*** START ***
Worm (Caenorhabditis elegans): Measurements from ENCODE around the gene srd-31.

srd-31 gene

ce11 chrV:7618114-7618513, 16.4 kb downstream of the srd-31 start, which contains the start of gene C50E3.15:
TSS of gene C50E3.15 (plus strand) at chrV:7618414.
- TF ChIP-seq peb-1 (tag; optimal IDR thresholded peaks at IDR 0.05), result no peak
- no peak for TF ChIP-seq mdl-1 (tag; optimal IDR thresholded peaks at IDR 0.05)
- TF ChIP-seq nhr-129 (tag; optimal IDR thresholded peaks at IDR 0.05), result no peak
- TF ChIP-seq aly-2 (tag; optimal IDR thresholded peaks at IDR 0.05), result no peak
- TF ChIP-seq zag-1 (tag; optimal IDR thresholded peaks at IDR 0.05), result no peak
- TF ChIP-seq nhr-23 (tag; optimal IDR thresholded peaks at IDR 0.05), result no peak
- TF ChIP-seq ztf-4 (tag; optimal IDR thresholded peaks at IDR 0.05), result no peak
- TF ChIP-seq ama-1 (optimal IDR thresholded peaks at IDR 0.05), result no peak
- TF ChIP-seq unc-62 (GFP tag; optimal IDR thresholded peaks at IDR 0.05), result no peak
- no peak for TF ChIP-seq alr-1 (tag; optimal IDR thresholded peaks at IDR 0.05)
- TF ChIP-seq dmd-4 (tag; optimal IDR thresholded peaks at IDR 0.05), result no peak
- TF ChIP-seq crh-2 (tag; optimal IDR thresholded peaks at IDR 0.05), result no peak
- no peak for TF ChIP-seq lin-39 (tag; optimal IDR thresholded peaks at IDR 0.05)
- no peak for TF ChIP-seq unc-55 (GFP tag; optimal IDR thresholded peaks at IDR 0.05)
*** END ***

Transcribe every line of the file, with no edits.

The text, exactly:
Worm (Caenorhabditis elegans): Measurements from ENCODE around the gene srd-31.

srd-31 gene

ce11 chrV:7618114-7618513, 16.4 kb downstream of the srd-31 start, which contains the start of gene C50E3.15:
TSS of gene C50E3.15 (plus strand) at chrV:7618414.
- TF ChIP-seq peb-1 (tag; optimal IDR thresholded peaks at IDR 0.05), result no peak
- no peak for TF ChIP-seq mdl-1 (tag; optimal IDR thresholded peaks at IDR 0.05)
- TF ChIP-seq nhr-129 (tag; optimal IDR thresholded peaks at IDR 0.05), result no peak
- TF ChIP-seq aly-2 (tag; optimal IDR thresholded peaks at IDR 0.05), result no peak
- TF ChIP-seq zag-1 (tag; optimal IDR thresholded peaks at IDR 0.05), result no peak
- TF ChIP-seq nhr-23 (tag; optimal IDR thresholded peaks at IDR 0.05), result no peak
- TF ChIP-seq ztf-4 (tag; optimal IDR thresholded peaks at IDR 0.05), result no peak
- TF ChIP-seq ama-1 (optimal IDR thresholded peaks at IDR 0.05), result no peak
- TF ChIP-seq unc-62 (GFP tag; optimal IDR thresholded peaks at IDR 0.05), result no peak
- no peak for TF ChIP-seq alr-1 (tag; optimal IDR thresholded peaks at IDR 0.05)
- TF ChIP-seq dmd-4 (tag; optimal IDR thresholded peaks at IDR 0.05), result no peak
- TF ChIP-seq crh-2 (tag; optimal IDR thresholded peaks at IDR 0.05), result no peak
- no peak for TF ChIP-seq lin-39 (tag; optimal IDR thresholded peaks at IDR 0.05)
- no peak for TF ChIP-seq unc-55 (GFP tag; optimal IDR thresholded peaks at IDR 0.05)